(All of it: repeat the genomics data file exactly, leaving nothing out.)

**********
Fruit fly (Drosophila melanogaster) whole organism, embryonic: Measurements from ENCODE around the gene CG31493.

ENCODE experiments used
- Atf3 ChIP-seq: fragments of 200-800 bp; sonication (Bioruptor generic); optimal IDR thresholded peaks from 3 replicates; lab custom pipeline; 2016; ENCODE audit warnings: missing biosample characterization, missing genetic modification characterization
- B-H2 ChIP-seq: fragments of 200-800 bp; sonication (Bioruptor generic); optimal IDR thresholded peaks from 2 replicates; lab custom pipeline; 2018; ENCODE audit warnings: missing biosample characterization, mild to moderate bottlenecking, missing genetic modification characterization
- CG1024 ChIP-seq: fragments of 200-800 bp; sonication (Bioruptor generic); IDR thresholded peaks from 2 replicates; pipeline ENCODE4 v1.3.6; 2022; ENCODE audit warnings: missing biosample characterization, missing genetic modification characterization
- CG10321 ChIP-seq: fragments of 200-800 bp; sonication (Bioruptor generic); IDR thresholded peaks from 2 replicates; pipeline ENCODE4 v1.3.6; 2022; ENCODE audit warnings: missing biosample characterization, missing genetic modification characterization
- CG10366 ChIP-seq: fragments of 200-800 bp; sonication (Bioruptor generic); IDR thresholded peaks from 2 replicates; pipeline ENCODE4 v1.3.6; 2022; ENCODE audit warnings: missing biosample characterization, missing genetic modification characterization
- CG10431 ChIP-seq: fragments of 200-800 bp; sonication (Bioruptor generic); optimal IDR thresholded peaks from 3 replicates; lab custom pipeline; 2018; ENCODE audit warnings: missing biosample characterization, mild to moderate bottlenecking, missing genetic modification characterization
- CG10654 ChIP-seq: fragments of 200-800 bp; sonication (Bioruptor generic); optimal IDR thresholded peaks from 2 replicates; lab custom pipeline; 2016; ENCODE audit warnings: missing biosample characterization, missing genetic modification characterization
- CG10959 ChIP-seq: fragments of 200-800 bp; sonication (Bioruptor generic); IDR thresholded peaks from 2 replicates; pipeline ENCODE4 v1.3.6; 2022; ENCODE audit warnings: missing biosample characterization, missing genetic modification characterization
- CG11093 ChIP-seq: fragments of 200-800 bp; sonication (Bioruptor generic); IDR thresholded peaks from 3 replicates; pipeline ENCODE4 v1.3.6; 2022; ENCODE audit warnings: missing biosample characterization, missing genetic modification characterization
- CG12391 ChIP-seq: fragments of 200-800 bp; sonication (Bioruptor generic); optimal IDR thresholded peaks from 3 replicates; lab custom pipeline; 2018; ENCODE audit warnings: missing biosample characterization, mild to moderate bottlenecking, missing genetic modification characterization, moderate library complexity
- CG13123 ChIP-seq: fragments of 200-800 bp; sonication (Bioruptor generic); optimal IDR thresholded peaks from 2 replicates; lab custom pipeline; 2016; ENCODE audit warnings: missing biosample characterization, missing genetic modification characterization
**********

Fruit fly (Drosophila melanogaster) whole organism, embryonic: Measurements from ENCODE around the gene CG31493.

ENCODE experiments used
- Atf3 ChIP-seq: fragments of 200-800 bp; sonication (Bioruptor generic); optimal IDR thresholded peaks from 3 replicates; lab custom pipeline; 2016; ENCODE audit warnings: missing biosample characterization, missing genetic modification characterization
- B-H2 ChIP-seq: fragments of 200-800 bp; sonication (Bioruptor generic); optimal IDR thresholded peaks from 2 replicates; lab custom pipeline; 2018; ENCODE audit warnings: missing biosample characterization, mild to moderate bottlenecking, missing genetic modification characterization
- CG1024 ChIP-seq: fragments of 200-800 bp; sonication (Bioruptor generic); IDR thresholded peaks from 2 replicates; pipeline ENCODE4 v1.3.6; 2022; ENCODE audit warnings: missing biosample characterization, missing genetic modification characterization
- CG10321 ChIP-seq: fragments of 200-800 bp; sonication (Bioruptor generic); IDR thresholded peaks from 2 replicates; pipeline ENCODE4 v1.3.6; 2022; ENCODE audit warnings: missing biosample characterization, missing genetic modification characterization
- CG10366 ChIP-seq: fragments of 200-800 bp; sonication (Bioruptor generic); IDR thresholded peaks from 2 replicates; pipeline ENCODE4 v1.3.6; 2022; ENCODE audit warnings: missing biosample characterization, missing genetic modification characterization
- CG10431 ChIP-seq: fragments of 200-800 bp; sonication (Bioruptor generic); optimal IDR thresholded peaks from 3 replicates; lab custom pipeline; 2018; ENCODE audit warnings: missing biosample characterization, mild to moderate bottlenecking, missing genetic modification characterization
- CG10654 ChIP-seq: fragments of 200-800 bp; sonication (Bioruptor generic); optimal IDR thresholded peaks from 2 replicates; lab custom pipeline; 2016; ENCODE audit warnings: missing biosample characterization, missing genetic modification characterization
- CG10959 ChIP-seq: fragments of 200-800 bp; sonication (Bioruptor generic); IDR thresholded peaks from 2 replicates; pipeline ENCODE4 v1.3.6; 2022; ENCODE audit warnings: missing biosample characterization, missing genetic modification characterization
- CG11093 ChIP-seq: fragments of 200-800 bp; sonication (Bioruptor generic); IDR thresholded peaks from 3 replicates; pipeline ENCODE4 v1.3.6; 2022; ENCODE audit warnings: missing biosample characterization, missing genetic modification characterization
- CG12391 ChIP-seq: fragments of 200-800 bp; sonication (Bioruptor generic); optimal IDR thresholded peaks from 3 replicates; lab custom pipeline; 2018; ENCODE audit warnings: missing biosample characterization, mild to moderate bottlenecking, missing genetic modification characterization, moderate library complexity
- CG13123 ChIP-seq: fragments of 200-800 bp; sonication (Bioruptor generic); optimal IDR thresholded peaks from 2 replicates; lab custom pipeline; 2016; ENCODE audit warnings: missing biosample characterization, missing genetic modification characterization